Actually, until the era of the 1st World War, the practice on-board a ship was to call orders for the helmsman to actually move the "tiller", either to port or to starboard. So calling "hard a-port" meant moving the tiller to port, which means the rudder, and the vessel, will then move to starboard. With wheel steering, putting the helm/tiller to port, means spinning the wheel to starboard. Ships no longer use this system - these days helm directions refer to the desired turn of the rudder/vessel. The James Cameron movie The Titanic also contained a similar scene, which generated a lot of puzzlement. It IS a bit confusing at first, unless one is a sailor and is familiar with tiller steering.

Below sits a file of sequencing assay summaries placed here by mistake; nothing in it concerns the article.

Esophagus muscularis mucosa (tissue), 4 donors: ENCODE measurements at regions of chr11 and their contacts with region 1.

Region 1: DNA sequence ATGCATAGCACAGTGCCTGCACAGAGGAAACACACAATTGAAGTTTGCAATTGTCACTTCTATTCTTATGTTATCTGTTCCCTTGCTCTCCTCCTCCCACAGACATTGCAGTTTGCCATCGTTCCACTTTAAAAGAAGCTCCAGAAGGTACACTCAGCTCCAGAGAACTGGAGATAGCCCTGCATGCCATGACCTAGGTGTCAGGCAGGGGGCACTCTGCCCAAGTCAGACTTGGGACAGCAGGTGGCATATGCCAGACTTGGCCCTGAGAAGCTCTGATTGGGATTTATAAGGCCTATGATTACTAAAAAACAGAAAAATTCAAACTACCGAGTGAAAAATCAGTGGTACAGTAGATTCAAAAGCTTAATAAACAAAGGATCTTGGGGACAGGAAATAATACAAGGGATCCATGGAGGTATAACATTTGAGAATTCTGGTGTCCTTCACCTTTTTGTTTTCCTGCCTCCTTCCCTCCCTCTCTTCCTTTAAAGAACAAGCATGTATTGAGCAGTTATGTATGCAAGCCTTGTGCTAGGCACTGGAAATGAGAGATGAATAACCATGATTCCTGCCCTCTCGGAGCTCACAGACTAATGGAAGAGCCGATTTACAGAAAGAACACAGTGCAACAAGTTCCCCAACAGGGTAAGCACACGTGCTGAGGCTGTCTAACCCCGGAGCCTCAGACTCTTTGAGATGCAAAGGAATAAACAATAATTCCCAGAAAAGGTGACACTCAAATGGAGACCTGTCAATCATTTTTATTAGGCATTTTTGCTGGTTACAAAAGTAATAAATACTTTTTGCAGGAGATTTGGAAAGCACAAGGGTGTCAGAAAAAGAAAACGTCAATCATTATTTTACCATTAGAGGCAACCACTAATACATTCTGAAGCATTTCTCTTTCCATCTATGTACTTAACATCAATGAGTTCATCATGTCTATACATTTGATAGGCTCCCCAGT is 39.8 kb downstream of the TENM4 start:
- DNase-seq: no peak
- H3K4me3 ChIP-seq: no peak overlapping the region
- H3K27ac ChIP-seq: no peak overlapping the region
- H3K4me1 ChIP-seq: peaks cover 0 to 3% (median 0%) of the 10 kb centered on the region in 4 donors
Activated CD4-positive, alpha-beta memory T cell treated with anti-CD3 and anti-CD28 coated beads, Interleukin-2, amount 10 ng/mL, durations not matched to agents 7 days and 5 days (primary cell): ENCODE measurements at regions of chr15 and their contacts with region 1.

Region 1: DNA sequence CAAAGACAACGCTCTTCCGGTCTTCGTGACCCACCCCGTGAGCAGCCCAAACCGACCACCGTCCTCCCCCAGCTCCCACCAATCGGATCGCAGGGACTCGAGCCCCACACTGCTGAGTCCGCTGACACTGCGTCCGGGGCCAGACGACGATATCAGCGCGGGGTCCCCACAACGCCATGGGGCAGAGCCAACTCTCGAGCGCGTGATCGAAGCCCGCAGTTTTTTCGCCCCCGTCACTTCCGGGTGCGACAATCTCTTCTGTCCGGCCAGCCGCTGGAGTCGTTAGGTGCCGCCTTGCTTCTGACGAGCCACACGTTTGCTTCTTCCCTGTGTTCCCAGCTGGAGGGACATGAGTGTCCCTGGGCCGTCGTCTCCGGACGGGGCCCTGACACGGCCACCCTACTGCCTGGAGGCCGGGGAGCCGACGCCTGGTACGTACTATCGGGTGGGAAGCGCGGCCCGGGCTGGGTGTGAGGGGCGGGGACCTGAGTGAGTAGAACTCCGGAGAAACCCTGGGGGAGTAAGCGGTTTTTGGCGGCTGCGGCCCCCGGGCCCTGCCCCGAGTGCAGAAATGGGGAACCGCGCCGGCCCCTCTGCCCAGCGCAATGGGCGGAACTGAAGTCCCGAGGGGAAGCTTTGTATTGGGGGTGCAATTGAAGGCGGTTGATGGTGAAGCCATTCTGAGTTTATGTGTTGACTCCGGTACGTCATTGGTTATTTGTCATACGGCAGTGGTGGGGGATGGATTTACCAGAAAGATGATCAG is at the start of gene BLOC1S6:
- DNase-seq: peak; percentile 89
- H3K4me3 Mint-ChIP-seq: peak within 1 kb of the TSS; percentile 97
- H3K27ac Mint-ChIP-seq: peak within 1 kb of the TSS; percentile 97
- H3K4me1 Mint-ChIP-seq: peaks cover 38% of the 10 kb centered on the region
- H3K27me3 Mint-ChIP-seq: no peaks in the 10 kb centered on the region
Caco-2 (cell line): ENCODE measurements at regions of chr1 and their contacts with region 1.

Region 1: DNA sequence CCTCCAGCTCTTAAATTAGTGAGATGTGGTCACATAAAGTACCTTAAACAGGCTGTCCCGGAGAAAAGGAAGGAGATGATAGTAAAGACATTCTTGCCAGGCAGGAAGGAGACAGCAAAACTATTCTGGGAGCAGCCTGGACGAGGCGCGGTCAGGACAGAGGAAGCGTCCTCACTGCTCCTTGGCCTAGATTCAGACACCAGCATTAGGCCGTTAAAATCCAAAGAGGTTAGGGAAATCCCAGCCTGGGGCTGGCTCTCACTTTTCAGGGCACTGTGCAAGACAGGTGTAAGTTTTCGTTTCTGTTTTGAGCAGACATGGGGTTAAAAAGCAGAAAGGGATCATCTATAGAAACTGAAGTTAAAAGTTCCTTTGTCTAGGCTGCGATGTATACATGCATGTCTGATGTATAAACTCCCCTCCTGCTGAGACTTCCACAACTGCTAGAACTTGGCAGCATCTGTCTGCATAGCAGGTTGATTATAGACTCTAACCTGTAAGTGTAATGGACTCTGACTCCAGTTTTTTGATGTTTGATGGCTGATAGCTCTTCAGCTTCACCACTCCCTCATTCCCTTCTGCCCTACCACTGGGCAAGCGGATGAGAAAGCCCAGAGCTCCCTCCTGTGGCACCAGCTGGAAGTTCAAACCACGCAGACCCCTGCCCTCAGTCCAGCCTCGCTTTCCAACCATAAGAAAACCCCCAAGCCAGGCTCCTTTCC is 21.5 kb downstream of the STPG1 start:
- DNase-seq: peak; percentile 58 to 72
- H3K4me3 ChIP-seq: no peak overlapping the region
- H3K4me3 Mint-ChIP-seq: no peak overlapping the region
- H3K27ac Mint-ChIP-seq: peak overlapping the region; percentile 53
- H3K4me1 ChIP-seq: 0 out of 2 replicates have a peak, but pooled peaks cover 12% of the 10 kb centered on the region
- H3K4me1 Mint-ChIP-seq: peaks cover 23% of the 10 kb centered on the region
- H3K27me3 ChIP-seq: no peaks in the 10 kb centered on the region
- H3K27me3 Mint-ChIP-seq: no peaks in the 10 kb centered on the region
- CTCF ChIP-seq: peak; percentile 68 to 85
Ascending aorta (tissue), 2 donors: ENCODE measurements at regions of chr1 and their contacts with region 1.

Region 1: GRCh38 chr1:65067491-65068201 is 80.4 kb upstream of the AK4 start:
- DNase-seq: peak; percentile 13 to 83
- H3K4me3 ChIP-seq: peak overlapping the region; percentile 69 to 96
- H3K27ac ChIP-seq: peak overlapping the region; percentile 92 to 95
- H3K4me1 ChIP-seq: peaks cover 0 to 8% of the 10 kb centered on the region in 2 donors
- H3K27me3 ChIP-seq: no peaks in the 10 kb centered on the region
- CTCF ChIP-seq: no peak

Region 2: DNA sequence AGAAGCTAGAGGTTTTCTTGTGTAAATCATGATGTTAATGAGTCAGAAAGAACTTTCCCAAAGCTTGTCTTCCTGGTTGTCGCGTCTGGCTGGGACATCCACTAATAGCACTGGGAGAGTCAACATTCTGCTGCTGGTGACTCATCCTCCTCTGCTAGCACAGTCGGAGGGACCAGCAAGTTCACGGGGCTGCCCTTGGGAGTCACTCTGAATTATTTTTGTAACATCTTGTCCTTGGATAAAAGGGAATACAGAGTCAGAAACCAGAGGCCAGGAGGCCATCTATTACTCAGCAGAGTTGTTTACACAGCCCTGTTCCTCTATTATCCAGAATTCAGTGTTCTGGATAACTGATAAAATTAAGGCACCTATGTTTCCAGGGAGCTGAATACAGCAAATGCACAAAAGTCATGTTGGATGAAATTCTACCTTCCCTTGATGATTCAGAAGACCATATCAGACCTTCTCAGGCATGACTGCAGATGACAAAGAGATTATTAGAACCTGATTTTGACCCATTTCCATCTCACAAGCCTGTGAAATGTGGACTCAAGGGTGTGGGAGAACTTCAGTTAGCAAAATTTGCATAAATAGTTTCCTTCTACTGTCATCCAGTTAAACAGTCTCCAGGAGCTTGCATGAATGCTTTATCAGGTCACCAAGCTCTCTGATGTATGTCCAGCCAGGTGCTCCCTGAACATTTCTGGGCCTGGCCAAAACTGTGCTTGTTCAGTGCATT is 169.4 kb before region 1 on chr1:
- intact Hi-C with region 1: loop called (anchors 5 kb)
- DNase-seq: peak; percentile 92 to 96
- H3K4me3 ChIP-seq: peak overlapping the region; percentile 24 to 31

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Turning the wheel to starboard is not a mistake for the time period of the movie. The early tiller to wheel transitions resulted in the same change of rudder position. it is counter-intuitive today as most all boats with wheels now steer as a car does. Some sailboats still use the older method because of space and/or weight considerations.
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Before the ferry is struck by the freighter, the captain of the ferry shouts "hard a-port", and the helmsman immediately starts turning the wheel to the right (starboard). In those days, the captain was directing which way to push the tiller or assembly, not the boat itself. see details below.
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